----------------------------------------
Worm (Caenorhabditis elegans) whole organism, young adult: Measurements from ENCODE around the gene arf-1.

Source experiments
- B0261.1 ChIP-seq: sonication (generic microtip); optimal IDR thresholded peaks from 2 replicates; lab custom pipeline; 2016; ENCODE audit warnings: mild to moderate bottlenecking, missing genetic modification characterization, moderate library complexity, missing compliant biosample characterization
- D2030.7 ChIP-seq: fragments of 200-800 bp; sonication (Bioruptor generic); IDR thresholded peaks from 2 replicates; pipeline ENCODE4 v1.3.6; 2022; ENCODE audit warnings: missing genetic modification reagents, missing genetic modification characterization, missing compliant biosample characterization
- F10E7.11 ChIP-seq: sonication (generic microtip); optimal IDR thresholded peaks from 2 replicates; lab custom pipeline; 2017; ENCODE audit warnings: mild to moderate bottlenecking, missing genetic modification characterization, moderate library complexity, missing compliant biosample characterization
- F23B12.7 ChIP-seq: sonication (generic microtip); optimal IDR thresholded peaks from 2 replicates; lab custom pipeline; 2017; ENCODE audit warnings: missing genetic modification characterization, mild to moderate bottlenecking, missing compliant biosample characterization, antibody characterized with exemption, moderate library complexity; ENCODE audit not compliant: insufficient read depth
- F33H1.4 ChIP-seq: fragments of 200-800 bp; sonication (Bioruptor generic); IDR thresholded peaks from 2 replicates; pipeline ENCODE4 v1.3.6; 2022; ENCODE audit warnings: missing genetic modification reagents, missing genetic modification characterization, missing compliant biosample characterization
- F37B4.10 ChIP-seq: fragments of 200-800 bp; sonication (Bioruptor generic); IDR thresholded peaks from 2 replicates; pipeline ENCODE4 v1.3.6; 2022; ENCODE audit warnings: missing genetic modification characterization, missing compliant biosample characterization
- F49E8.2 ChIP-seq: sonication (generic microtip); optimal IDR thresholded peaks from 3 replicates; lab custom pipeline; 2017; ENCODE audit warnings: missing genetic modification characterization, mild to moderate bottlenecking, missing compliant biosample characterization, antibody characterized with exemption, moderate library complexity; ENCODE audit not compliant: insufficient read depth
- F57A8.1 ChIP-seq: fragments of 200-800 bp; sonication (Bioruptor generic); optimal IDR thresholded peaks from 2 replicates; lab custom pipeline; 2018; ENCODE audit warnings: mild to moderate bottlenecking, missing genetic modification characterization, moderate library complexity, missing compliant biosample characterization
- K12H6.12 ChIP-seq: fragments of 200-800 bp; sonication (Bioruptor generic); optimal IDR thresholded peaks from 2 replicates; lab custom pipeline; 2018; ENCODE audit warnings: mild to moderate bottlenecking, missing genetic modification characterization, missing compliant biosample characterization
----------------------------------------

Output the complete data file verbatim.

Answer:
Worm (Caenorhabditis elegans) whole organism, young adult: Measurements from ENCODE around the gene arf-1.

Source experiments
- B0261.1 ChIP-seq: sonication (generic microtip); optimal IDR thresholded peaks from 2 replicates; lab custom pipeline; 2016; ENCODE audit warnings: mild to moderate bottlenecking, missing genetic modification characterization, moderate library complexity, missing compliant biosample characterization
- D2030.7 ChIP-seq: fragments of 200-800 bp; sonication (Bioruptor generic); IDR thresholded peaks from 2 replicates; pipeline ENCODE4 v1.3.6; 2022; ENCODE audit warnings: missing genetic modification reagents, missing genetic modification characterization, missing compliant biosample characterization
- F10E7.11 ChIP-seq: sonication (generic microtip); optimal IDR thresholded peaks from 2 replicates; lab custom pipeline; 2017; ENCODE audit warnings: mild to moderate bottlenecking, missing genetic modification characterization, moderate library complexity, missing compliant biosample characterization
- F23B12.7 ChIP-seq: sonication (generic microtip); optimal IDR thresholded peaks from 2 replicates; lab custom pipeline; 2017; ENCODE audit warnings: missing genetic modification characterization, mild to moderate bottlenecking, missing compliant biosample characterization, antibody characterized with exemption, moderate library complexity; ENCODE audit not compliant: insufficient read depth
- F33H1.4 ChIP-seq: fragments of 200-800 bp; sonication (Bioruptor generic); IDR thresholded peaks from 2 replicates; pipeline ENCODE4 v1.3.6; 2022; ENCODE audit warnings: missing genetic modification reagents, missing genetic modification characterization, missing compliant biosample characterization
- F37B4.10 ChIP-seq: fragments of 200-800 bp; sonication (Bioruptor generic); IDR thresholded peaks from 2 replicates; pipeline ENCODE4 v1.3.6; 2022; ENCODE audit warnings: missing genetic modification characterization, missing compliant biosample characterization
- F49E8.2 ChIP-seq: sonication (generic microtip); optimal IDR thresholded peaks from 3 replicates; lab custom pipeline; 2017; ENCODE audit warnings: missing genetic modification characterization, mild to moderate bottlenecking, missing compliant biosample characterization, antibody characterized with exemption, moderate library complexity; ENCODE audit not compliant: insufficient read depth
- F57A8.1 ChIP-seq: fragments of 200-800 bp; sonication (Bioruptor generic); optimal IDR thresholded peaks from 2 replicates; lab custom pipeline; 2018; ENCODE audit warnings: mild to moderate bottlenecking, missing genetic modification characterization, moderate library complexity, missing compliant biosample characterization
- K12H6.12 ChIP-seq: fragments of 200-800 bp; sonication (Bioruptor generic); optimal IDR thresholded peaks from 2 replicates; lab custom pipeline; 2018; ENCODE audit warnings: mild to moderate bottlenecking, missing genetic modification characterization, missing compliant biosample characterization